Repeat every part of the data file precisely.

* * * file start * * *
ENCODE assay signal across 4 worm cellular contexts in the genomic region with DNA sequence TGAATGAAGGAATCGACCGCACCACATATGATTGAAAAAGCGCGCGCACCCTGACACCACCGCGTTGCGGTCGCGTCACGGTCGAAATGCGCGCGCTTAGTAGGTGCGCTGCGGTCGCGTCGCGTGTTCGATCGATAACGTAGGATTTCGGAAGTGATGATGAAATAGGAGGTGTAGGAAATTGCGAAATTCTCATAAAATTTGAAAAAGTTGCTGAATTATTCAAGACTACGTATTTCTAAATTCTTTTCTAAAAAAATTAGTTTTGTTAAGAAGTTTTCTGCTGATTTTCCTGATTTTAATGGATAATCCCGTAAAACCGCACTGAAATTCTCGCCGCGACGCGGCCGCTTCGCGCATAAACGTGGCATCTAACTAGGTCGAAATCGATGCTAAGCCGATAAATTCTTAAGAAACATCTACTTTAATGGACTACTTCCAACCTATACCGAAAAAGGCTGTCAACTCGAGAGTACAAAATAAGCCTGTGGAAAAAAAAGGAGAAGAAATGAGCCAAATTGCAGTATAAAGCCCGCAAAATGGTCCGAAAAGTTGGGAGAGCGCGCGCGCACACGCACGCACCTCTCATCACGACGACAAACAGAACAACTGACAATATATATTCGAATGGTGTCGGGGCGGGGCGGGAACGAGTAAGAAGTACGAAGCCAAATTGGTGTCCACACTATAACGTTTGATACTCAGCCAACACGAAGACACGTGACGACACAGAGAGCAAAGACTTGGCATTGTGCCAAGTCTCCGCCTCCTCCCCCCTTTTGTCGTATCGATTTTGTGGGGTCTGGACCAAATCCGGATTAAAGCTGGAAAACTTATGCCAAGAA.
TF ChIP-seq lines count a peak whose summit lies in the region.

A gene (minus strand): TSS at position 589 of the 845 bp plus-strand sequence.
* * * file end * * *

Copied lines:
ENCODE assay signal across 4 worm cellular contexts in the genomic region with DNA sequence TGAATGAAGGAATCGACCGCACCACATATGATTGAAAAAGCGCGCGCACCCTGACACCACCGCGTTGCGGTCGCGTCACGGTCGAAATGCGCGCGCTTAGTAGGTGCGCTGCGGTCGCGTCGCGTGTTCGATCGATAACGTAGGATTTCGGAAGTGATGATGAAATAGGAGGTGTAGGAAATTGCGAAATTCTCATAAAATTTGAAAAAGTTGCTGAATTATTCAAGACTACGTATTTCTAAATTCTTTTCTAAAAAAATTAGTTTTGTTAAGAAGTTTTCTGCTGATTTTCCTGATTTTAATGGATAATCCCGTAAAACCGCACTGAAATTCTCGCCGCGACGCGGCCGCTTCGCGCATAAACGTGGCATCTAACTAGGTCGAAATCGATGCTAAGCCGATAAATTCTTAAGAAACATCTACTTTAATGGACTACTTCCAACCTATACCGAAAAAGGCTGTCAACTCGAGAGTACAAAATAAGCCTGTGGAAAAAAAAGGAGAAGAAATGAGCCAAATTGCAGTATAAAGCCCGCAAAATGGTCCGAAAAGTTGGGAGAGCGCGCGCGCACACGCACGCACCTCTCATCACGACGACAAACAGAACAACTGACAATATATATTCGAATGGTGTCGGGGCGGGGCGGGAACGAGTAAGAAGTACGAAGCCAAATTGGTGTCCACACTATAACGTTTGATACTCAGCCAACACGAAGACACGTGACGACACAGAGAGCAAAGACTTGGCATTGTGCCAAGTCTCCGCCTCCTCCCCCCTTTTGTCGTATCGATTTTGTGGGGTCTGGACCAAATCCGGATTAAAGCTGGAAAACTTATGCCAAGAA.
TF ChIP-seq lines count a peak whose summit lies in the region.

A gene (minus strand): TSS at position 589 of the 845 bp plus-strand sequence.